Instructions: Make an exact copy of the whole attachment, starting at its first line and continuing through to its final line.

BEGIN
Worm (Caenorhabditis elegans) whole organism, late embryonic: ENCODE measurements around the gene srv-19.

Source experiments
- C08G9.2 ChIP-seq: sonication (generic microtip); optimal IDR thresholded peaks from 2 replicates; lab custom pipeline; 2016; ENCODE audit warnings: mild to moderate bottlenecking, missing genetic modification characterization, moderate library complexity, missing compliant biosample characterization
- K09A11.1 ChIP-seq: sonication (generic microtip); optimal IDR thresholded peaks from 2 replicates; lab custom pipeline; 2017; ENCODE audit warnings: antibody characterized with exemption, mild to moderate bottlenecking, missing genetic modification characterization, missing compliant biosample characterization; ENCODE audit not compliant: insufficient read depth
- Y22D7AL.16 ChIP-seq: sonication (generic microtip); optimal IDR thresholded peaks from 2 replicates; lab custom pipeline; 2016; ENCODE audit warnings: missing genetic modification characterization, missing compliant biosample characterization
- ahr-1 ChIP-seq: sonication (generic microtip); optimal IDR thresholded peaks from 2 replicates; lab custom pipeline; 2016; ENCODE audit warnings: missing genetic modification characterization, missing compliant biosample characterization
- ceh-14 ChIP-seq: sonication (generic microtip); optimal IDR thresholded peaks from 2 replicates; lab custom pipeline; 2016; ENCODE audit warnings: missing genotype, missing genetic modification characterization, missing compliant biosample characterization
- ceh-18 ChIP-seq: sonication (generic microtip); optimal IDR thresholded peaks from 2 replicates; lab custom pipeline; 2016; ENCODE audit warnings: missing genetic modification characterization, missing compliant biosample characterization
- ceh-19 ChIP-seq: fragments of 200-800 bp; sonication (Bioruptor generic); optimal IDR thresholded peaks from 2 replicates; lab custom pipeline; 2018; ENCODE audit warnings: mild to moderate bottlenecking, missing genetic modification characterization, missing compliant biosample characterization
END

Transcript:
Worm (Caenorhabditis elegans) whole organism, late embryonic: ENCODE measurements around the gene srv-19.

Source experiments
- C08G9.2 ChIP-seq: sonication (generic microtip); optimal IDR thresholded peaks from 2 replicates; lab custom pipeline; 2016; ENCODE audit warnings: mild to moderate bottlenecking, missing genetic modification characterization, moderate library complexity, missing compliant biosample characterization
- K09A11.1 ChIP-seq: sonication (generic microtip); optimal IDR thresholded peaks from 2 replicates; lab custom pipeline; 2017; ENCODE audit warnings: antibody characterized with exemption, mild to moderate bottlenecking, missing genetic modification characterization, missing compliant biosample characterization; ENCODE audit not compliant: insufficient read depth
- Y22D7AL.16 ChIP-seq: sonication (generic microtip); optimal IDR thresholded peaks from 2 replicates; lab custom pipeline; 2016; ENCODE audit warnings: missing genetic modification characterization, missing compliant biosample characterization
- ahr-1 ChIP-seq: sonication (generic microtip); optimal IDR thresholded peaks from 2 replicates; lab custom pipeline; 2016; ENCODE audit warnings: missing genetic modification characterization, missing compliant biosample characterization
- ceh-14 ChIP-seq: sonication (generic microtip); optimal IDR thresholded peaks from 2 replicates; lab custom pipeline; 2016; ENCODE audit warnings: missing genotype, missing genetic modification characterization, missing compliant biosample characterization
- ceh-18 ChIP-seq: sonication (generic microtip); optimal IDR thresholded peaks from 2 replicates; lab custom pipeline; 2016; ENCODE audit warnings: missing genetic modification characterization, missing compliant biosample characterization
- ceh-19 ChIP-seq: fragments of 200-800 bp; sonication (Bioruptor generic); optimal IDR thresholded peaks from 2 replicates; lab custom pipeline; 2018; ENCODE audit warnings: mild to moderate bottlenecking, missing genetic modification characterization, missing compliant biosample characterization